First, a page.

• Give your house a deep clean. Spend one Saturday every 6 months with your whole family, deeply cleaning your whole house. This means cleaning all appliances and windows, and dusting every nook and cranny. Maintaining the entirety of your home, so dirt/grime/dust doesn’t build up over years and years, will help keep your home in tip-top shape.
  • Replace batteries in smoke/carbon dioxide detectors. With something as important as this, you can’t be too careful, and batteries won’t break your bank. Change ‘em out every 6 months.
  • Vacuum your refrigerator coils. A refrigerator repairman taught me this tip, and our research confirmed its importance. The fridge can use up to 15 percent of your home’s total power, so you want it running as efficiently as possible. Over time, the coils get dirty and your fridge requires more juice. You can save up to $100 a year by doing this, and it’s not a difficult task.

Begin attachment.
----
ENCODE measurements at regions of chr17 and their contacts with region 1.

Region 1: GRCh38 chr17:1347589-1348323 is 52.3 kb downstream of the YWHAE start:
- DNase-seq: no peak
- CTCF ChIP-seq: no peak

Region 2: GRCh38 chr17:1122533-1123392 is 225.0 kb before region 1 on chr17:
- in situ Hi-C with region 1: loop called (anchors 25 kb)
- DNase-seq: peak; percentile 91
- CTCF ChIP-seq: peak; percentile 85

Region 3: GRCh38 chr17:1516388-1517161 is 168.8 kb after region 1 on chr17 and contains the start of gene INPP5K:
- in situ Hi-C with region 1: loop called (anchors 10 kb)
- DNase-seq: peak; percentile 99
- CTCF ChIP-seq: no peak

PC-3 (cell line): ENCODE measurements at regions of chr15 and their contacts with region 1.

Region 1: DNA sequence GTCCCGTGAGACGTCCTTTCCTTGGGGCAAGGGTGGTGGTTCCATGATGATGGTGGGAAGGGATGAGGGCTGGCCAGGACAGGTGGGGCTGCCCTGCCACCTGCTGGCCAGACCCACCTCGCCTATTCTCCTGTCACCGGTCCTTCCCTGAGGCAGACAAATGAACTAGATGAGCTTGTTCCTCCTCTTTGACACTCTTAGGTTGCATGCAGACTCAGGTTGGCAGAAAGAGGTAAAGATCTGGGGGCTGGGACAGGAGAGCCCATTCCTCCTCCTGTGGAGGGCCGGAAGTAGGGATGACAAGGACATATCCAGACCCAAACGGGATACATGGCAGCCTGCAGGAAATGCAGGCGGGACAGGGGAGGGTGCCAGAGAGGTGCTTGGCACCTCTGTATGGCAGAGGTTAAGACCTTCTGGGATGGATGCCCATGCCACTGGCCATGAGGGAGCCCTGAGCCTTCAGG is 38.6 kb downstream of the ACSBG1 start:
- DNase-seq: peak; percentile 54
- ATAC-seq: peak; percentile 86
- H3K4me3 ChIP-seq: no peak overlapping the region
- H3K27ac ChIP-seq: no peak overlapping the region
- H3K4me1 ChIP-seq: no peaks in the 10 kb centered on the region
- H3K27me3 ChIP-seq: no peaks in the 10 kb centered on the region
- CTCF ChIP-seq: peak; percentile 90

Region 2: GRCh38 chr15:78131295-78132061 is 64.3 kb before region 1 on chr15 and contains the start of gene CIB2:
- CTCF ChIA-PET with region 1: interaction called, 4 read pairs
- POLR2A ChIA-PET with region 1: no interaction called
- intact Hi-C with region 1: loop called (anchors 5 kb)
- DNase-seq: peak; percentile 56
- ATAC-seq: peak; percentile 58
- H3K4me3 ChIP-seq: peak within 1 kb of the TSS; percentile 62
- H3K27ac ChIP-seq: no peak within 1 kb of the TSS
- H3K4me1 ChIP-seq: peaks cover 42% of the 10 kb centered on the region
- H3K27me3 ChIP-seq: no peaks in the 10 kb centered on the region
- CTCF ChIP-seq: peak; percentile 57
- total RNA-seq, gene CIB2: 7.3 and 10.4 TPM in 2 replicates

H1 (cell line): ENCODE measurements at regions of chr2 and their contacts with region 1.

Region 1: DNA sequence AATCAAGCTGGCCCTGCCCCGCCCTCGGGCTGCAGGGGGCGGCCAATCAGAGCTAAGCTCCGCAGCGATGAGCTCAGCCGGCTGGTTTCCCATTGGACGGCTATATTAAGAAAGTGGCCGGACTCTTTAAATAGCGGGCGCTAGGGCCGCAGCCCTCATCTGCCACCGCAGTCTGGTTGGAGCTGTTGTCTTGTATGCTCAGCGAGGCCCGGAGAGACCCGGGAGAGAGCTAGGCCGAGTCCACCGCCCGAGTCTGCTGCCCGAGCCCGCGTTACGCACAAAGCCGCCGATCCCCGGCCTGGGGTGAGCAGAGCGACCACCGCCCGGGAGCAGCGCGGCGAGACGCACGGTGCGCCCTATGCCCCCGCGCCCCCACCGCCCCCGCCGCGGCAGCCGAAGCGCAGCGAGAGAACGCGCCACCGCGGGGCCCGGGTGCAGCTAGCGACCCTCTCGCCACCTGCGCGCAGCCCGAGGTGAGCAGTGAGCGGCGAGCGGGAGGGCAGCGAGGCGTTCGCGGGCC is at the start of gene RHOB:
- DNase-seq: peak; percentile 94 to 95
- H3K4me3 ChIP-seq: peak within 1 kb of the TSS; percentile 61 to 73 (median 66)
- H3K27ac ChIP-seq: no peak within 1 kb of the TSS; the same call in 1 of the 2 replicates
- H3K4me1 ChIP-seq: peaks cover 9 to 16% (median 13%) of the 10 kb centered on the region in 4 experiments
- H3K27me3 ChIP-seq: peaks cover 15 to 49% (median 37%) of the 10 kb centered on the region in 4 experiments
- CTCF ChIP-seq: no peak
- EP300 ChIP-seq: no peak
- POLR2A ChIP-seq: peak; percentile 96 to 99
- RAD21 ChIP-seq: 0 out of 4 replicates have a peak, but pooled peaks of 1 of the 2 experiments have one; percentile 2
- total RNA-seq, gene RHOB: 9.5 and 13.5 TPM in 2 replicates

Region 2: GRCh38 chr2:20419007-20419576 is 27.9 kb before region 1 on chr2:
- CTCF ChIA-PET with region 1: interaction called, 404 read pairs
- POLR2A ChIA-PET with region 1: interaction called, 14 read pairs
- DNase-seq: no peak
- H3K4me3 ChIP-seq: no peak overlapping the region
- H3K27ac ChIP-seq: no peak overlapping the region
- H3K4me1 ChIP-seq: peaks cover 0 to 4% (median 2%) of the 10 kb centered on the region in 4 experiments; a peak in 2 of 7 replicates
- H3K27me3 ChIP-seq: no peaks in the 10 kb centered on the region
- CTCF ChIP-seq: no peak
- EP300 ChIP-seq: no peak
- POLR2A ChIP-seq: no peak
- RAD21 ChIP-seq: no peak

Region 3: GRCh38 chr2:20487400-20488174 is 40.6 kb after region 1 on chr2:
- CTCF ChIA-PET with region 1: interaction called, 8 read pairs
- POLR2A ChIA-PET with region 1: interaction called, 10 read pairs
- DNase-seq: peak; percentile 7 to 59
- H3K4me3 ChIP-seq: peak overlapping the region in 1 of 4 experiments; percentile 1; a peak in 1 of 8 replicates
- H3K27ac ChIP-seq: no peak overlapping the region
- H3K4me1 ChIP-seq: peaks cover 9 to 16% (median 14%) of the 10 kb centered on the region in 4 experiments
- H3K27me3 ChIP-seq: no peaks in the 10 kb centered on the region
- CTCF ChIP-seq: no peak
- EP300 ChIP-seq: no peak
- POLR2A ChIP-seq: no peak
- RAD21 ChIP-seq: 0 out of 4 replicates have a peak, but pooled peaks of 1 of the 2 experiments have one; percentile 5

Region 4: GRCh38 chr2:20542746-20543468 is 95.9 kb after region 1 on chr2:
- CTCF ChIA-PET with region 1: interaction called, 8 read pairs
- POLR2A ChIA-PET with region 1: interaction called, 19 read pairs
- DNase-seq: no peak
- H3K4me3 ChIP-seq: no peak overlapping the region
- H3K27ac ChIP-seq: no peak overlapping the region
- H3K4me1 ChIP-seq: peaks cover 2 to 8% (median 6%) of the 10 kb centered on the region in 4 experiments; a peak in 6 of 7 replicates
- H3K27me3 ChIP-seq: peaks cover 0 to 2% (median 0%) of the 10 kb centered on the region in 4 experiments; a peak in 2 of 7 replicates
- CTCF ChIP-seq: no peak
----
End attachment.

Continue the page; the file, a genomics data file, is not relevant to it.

Spring

  • Check the exterior drainage. Will rain water flow away from the house? Puddles should not stand around your home for more than 24 hours. If water stays, or moves toward your foundation, you have a few options. First, check your gutters. It could be a bad spout or a loose connection there; they may also just need to be cleaned. Second, you can grade the area around your home with some dirt. Third, for pavement, professionals can come out and raise it so it drains away from your home.
  • Clean out gutters. They’ve likely accumulated leaves from the fall and grime/sediment from the winter snows and/or rains.
  • Inspect the exterior of your home. Is any paint chipping? Is any siding damaged from winter? Are there any holes in your brick? Closely inspect all around your house, and make any repairs as needed. Also be sure to check the foundation for any cracks. A good silicone/caulk can fix a lot of your problems.
  • Get your air conditioning system ready for summer and consider having it serviced. This one really depends on your individual home, and even in which part of the country you live. Some places mostly just use window air units, while other places use a big swamp cooler up on the roof. These are fairly basic machines; a quick internet search can help you fix any issues. Also refer to the user guides for specific regular maintenance. Central air is obviously a more complex system. Having a professional service it should be around $100 or less, and it will save money and headaches down the road.